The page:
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About the Farm:  How It Began

Bobby Humphress came back to Kentucky from Florida in the late 1980's and found his daddy's farm back up for sale.  He bought it, and started the long, slow, laborious process of reclaiming the pastures, building a decent road up to them, and setting a double-wide mobile home on a foundation down at the bottom, close to the main road.  

Over the years he and his wife Alene have invested countless hours and immeasurable effort into the long process of making his childhood home the workable farm property that it is today.  In addition to a well-built road to the top which replaced the cart track used at the turn of the century, he had two ponds dug, fenced the perimeter, fenced the pastures to separate them from the forest, and built a 30' x 40' metal work shop across the creek from their little house, down by the state road.

Time and age overtook them, burdening them with medical bills and slowing them down with unforeseen illnesses, so in the summer of 2005 they put the property up on the market, listing it with a company that advertised it on the Internet.  That's where I found it, and went to see it in December 2005; we made an offer within three days of that visit, and to my delight, I was soon the owner of a farm in Kentucky, my "exit strategy" for retirement, as we call it in the Navy - or, my life's work, as I know it to truly be.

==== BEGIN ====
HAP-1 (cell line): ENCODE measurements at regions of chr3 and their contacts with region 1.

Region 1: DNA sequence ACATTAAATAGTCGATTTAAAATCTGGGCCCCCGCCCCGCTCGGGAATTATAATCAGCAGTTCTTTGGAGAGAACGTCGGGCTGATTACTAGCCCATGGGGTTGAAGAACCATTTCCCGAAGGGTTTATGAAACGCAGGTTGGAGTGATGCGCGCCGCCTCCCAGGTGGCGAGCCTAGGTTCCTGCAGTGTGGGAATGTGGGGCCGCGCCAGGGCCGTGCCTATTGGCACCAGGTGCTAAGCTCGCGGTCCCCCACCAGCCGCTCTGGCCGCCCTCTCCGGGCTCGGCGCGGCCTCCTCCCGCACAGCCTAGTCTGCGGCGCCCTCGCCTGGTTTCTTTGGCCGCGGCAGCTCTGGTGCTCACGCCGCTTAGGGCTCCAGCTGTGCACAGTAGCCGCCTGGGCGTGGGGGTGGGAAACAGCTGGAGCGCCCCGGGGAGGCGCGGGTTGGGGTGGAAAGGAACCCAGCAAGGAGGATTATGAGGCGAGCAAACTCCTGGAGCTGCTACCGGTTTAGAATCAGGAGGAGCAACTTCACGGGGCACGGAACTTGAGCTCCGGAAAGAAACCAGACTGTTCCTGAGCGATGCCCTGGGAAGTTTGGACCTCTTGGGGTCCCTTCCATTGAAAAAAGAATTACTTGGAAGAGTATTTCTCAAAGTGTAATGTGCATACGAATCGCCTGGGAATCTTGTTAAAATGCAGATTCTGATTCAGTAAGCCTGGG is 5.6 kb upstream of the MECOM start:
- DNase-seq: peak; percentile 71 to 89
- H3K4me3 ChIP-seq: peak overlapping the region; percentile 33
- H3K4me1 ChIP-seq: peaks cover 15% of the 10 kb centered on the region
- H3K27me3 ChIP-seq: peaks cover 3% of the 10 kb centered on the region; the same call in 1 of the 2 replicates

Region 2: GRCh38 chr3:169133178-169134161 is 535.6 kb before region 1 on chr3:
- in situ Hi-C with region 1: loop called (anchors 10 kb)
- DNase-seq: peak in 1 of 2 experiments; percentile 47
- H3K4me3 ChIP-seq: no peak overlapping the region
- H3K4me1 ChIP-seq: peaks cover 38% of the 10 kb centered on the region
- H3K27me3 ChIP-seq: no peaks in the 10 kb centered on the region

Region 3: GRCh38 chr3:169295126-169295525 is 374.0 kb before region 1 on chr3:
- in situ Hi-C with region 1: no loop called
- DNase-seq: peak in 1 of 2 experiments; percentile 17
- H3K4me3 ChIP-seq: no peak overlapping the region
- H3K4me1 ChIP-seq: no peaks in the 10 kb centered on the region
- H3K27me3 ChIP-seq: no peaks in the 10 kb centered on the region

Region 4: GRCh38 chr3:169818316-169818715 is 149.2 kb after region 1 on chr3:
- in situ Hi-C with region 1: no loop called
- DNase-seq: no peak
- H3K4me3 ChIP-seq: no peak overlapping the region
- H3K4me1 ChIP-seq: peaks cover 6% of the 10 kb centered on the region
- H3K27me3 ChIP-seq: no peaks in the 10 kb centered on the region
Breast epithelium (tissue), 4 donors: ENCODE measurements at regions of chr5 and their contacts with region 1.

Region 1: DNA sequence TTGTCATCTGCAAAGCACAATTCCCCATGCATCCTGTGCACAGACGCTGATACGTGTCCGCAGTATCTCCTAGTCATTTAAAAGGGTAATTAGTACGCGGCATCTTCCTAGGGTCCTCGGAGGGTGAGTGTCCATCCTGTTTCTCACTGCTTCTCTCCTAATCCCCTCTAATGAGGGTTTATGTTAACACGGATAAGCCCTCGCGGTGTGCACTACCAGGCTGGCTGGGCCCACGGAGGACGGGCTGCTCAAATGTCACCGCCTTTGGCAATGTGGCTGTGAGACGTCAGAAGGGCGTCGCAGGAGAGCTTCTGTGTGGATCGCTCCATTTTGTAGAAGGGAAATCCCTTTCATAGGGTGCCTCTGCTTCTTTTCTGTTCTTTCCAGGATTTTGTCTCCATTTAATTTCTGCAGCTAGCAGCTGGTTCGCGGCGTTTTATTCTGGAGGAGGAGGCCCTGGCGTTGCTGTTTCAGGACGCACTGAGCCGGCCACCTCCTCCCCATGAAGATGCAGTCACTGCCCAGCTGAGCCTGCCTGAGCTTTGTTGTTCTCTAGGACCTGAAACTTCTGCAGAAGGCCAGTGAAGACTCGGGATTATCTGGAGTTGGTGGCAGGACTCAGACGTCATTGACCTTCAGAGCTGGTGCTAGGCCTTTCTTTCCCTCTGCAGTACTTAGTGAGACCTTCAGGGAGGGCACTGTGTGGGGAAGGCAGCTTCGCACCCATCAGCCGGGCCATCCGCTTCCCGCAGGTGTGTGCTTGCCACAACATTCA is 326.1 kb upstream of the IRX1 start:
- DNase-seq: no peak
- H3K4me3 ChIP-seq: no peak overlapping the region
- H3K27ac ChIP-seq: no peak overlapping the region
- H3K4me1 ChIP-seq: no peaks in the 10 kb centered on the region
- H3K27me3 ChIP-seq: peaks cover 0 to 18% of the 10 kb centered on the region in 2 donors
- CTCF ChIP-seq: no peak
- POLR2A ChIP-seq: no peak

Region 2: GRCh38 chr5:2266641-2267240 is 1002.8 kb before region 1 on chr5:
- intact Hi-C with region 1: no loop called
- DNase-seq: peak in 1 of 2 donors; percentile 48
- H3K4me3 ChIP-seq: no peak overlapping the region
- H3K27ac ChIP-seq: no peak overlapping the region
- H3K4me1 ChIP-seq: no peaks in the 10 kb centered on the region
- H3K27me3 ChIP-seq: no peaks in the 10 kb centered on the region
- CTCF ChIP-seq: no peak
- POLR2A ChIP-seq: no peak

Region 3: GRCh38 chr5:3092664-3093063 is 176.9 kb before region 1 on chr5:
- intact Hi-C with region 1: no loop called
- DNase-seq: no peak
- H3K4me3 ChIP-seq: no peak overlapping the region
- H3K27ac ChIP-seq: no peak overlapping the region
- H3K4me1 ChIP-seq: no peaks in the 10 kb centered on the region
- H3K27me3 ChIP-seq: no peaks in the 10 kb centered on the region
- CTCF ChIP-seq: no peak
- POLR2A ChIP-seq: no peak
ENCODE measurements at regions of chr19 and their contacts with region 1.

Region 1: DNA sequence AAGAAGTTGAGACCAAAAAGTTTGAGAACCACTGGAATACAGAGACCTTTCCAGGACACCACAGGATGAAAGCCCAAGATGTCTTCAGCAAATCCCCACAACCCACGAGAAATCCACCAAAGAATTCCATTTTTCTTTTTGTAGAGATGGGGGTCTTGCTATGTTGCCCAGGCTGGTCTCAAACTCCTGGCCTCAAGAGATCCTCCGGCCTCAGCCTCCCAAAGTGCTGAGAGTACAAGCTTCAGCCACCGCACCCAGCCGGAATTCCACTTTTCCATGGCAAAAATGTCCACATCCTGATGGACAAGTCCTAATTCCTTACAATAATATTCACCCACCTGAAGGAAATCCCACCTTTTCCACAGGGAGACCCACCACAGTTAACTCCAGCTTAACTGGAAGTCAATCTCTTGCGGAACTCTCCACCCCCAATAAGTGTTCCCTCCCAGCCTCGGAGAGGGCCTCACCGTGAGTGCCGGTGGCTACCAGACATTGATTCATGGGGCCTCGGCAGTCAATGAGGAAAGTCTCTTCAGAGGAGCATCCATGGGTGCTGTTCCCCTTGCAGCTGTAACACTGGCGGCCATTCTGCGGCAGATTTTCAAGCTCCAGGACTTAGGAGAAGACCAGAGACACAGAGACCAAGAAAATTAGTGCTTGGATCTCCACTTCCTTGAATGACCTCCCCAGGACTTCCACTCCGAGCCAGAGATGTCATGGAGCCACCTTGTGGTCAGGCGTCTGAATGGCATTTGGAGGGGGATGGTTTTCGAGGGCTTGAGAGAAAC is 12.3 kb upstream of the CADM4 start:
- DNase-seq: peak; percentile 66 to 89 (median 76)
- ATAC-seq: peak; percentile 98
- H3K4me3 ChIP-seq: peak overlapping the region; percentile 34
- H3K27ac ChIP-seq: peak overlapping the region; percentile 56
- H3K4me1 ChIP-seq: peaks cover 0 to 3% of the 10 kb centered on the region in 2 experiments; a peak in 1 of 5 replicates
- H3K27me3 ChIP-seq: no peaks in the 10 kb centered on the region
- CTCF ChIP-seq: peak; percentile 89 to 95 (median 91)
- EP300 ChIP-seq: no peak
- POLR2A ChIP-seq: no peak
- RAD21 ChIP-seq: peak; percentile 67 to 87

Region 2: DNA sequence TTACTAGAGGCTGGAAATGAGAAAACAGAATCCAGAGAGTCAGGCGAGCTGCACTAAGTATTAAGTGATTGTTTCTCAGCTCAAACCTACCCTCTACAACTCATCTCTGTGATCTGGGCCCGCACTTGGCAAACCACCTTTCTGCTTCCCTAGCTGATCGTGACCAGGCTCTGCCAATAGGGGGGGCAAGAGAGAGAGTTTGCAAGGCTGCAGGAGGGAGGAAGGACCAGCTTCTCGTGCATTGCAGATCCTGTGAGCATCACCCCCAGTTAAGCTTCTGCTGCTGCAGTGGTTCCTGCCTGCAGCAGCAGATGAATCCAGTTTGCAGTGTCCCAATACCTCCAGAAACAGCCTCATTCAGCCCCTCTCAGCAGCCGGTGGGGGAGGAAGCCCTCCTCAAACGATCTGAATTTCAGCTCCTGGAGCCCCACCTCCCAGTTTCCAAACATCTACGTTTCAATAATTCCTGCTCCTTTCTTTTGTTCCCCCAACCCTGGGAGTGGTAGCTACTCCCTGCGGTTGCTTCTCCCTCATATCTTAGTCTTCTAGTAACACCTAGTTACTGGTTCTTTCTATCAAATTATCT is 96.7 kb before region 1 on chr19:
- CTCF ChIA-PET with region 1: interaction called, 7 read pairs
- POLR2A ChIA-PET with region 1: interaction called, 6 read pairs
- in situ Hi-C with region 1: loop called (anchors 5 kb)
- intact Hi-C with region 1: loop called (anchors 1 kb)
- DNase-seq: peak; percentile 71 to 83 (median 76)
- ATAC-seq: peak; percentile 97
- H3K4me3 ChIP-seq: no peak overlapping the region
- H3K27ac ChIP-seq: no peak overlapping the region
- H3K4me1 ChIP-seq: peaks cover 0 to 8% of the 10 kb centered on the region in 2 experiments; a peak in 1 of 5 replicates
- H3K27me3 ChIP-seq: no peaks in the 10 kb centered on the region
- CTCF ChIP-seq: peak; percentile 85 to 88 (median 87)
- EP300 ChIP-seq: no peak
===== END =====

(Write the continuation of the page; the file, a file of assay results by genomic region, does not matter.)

Grass Farming

When folks ask me, "What kind of a farm do you have?" I tell them I'm a grass farmer.  They expect to hear about a dairy farm, or Kentucky horse farm, but my farm will be a place that grows a variety of good food, both animal and vegetable, with little input other than sunlight, rainfall, and judicious application of soil-building minerals.  No, I haven't got any livestock yet, but I will soon - meanwhile, the developing grass and clover pastures are establishing the foundation for what I hope will be a very productive, intensively managed, forage-based livestock farm.  That means I might try just about anything, but I'll start with beef and lamb and some poultry, along with a small market garden, and go from there. 

But the grass, or more accurately, the forage, is the main thing.  Ruminants like cows and sheep are best raised on pasture for a number of reasons.  Chickens, turkeys, geese and ducks also fare very well on pasture, and I hope eventually to grow a few acres of grain crops to provide the majority of the supplemental grain they need to prosper. 

more info coming soon ...

“Land, then, is not merely soil; it is a fountain of energy flowing through a circuit of soils, plants, and animals."

~Aldo Leopold


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